Sophie Winter: Lifelong learning on the move

“An opportunity for lifelong learning.”

This is a tagline commonly associated with a career in medicine. It is cited first by anxious students in their medical school interview, referenced frequently by tutors in medical education, and is an on-going mandatory component of revalidation. Good Medical Practice advises “keeping up to date” as one of the main domains in the duty of a doctor, and the Continuing Professional Development (CPD) programme ensures this can be monitored. [1] The General Medical Council states that CPD is “learning outside of training which supports the maintenance and improvement of performance.” [2] These activities may be external, internal and personal, of which personal study may account for 10% of the annual requirement. [3] 

Keeping up to date and personal study may conjure images of weekly journals posted through the door, periods spent in the library out of hours or scrolling through email newsletters at a desk. An inability to seamlessly combine these methods with other daily activities means you need to find (or make) time elsewhere. This can be challenging, especially when doctors already have a number of time-consuming responsibilities to carry out. Work or home-based duties, “life admin” and maintaining relationships may be obvious areas of your weekly time expenditure, but what about the time we spend getting to and from work? 

The annual commuting time for UK workers has increased by 18 hours compared to a decade ago, with the average commute both ways at 58.4 minutes. [4] 4.9 hours a week is a lengthy period to be spent travelling, and cries for a better way to utilise this “wasted time.” There appears to be a disparity between finding time to keep up to date with professional development and the unproductive hours spent commuting, but there may be a solution to this which has been growing for over a decade.

Podcasts have become increasingly popular in recent years, with 6.4 million UK adults now listening to a podcast in the average week. One quarter of these listeners do so while driving or travelling, and “education” is the second most listened to genre (succeeded only by “comedy”) [5,6]. These podcast enthusiasts have found a way to make their travel time more interesting and informative, which is something medical professionals could emulate. 

Podcasts remove the immobility that most studying requires. You can listen by simply pressing a button on whichever application you choose, and then (literally) let it do the talking. This supports a hands-free approach that can be utilised when doing tasks such as driving or housework. There are a variety of medical education series where the production team have combined information with the latest research and condensed this into the salient points. They have spent the time finding the latest evidence, so you don’t have to. Some series have a “topic per week” approach; discussing the aetiology and latest management of certain conditions. Some have a panel of specialists offering their opinions and insight on a medical subject. Others discuss the latest research in a certain field or highlight their ‘top picks’ of recent articles you should be reading.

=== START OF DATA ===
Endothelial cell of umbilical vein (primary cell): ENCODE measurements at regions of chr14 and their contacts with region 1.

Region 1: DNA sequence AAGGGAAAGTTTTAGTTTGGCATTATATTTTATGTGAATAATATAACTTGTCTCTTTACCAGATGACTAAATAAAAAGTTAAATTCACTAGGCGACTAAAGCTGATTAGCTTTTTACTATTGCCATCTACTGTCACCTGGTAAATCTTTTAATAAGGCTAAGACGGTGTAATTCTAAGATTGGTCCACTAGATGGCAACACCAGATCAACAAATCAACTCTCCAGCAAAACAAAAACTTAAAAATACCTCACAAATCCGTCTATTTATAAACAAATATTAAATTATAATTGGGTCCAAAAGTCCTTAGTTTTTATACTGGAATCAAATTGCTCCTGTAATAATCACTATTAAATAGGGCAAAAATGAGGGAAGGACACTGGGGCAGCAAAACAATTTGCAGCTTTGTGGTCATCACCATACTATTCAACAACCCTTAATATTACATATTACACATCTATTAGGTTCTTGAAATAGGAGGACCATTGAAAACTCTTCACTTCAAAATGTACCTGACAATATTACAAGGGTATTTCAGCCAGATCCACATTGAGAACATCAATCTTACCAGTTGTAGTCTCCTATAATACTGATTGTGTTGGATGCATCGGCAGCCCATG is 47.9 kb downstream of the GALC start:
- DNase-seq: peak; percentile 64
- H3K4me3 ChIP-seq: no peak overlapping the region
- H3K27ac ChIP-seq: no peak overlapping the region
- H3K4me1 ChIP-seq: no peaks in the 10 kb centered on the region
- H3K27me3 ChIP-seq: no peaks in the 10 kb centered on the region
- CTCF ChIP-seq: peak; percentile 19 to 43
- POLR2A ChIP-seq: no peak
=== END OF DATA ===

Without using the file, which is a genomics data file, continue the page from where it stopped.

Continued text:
All the medical colleges and faculties have published specific guidance on how to carry out CPD in their specialty. [2] The Royal College of Anaesthetists, for example, allows 10% of the CPD credits required for revalidation to be from personal study, classed as internal CPD. For this, one hour of educational activity equates to one credit. It stipulates that these credits are awarded when the learning has been achieved and documented with a reflection in a CPD diary. [3]  It is therefore important to keep a reflective log of the episodes you have listened to, including what was covered and learnt from them, so this evidence can be used as part of revalidation.

Podcasts have opened up a new door for medical education, however they also may be regarded as a ‘Pandora’s box’. With no peer review, monitoring or regulation, it would be unwise to change your entire practice on one twenty-minute episode. They should be regarded as an adjunct to learning, to stimulate your interest and help you reflect on your approach by listening to the insights of others.

And if you find that educational podcasts aren’t for you, there’s always comedy.

Sophie Winter is a Foundation Year 2 doctor working in the West Midlands deanery. She was introduced to podcasts through friends, and now listens to them on her commute.

Competing interests: The author has no affiliations or conflicts of interest.


  1. General Medical Council. Good Medical Practice. Available from:—knowledge-skills-and-performance [Accessed 26th march 2019]
  2. General Medical Council. Continuing Professional Development. Available from: [Accessed 23rd March 2019]
  3. Royal College of Anaesthetists. Continuing Professional Development. Available from: [Accessed 23rd March 2019]
  4. Trades Union Congress. Annual commuting time is up 18 hours compared to a decade ago, finds TUC. Available from: [Accessed 23rd March 2019]
  5. RAJAR/IpsosMori. Measurement of Internet Delivered Audio Services 2018. Available from: [Accessed 23rd March 2019]
  6. R Winn. 2019 Podcast Stats & Facts (New Research From Mar 2019). 6th March 2019. Available from [Accessed 23rd March 2019].